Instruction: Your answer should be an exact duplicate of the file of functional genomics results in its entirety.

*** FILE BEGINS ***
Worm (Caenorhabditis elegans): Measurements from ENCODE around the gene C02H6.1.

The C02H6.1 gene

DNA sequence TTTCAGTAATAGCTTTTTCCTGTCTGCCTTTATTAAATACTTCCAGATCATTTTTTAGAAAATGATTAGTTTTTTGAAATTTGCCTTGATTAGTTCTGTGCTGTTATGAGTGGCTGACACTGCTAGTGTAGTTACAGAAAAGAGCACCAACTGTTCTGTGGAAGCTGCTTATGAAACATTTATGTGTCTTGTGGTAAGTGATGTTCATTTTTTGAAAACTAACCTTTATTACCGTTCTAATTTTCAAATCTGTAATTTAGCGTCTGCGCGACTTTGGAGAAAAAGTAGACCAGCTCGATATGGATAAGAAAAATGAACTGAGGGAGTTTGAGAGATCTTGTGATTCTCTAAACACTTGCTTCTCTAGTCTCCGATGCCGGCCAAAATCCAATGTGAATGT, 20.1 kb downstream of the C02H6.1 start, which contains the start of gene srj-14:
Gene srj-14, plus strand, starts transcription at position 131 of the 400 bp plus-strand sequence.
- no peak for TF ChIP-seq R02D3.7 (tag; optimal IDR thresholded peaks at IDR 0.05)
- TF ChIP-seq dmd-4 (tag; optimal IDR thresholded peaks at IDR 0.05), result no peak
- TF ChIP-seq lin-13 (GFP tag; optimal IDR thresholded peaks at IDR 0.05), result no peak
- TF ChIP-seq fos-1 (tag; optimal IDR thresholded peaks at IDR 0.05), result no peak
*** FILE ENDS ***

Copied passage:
Worm (Caenorhabditis elegans): Measurements from ENCODE around the gene C02H6.1.

The C02H6.1 gene

DNA sequence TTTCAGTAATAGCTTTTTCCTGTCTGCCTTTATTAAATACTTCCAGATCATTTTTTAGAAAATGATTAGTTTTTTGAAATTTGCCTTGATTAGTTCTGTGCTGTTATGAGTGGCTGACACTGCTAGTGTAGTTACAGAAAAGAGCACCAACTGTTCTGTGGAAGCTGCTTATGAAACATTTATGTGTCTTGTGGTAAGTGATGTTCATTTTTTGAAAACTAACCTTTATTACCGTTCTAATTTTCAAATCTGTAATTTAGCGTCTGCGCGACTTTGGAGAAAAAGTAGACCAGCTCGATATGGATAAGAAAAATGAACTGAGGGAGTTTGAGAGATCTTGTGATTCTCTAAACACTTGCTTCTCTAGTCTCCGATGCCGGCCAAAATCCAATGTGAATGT, 20.1 kb downstream of the C02H6.1 start, which contains the start of gene srj-14:
Gene srj-14, plus strand, starts transcription at position 131 of the 400 bp plus-strand sequence.
- no peak for TF ChIP-seq R02D3.7 (tag; optimal IDR thresholded peaks at IDR 0.05)
- TF ChIP-seq dmd-4 (tag; optimal IDR thresholded peaks at IDR 0.05), result no peak
- TF ChIP-seq lin-13 (GFP tag; optimal IDR thresholded peaks at IDR 0.05), result no peak
- TF ChIP-seq fos-1 (tag; optimal IDR thresholded peaks at IDR 0.05), result no peak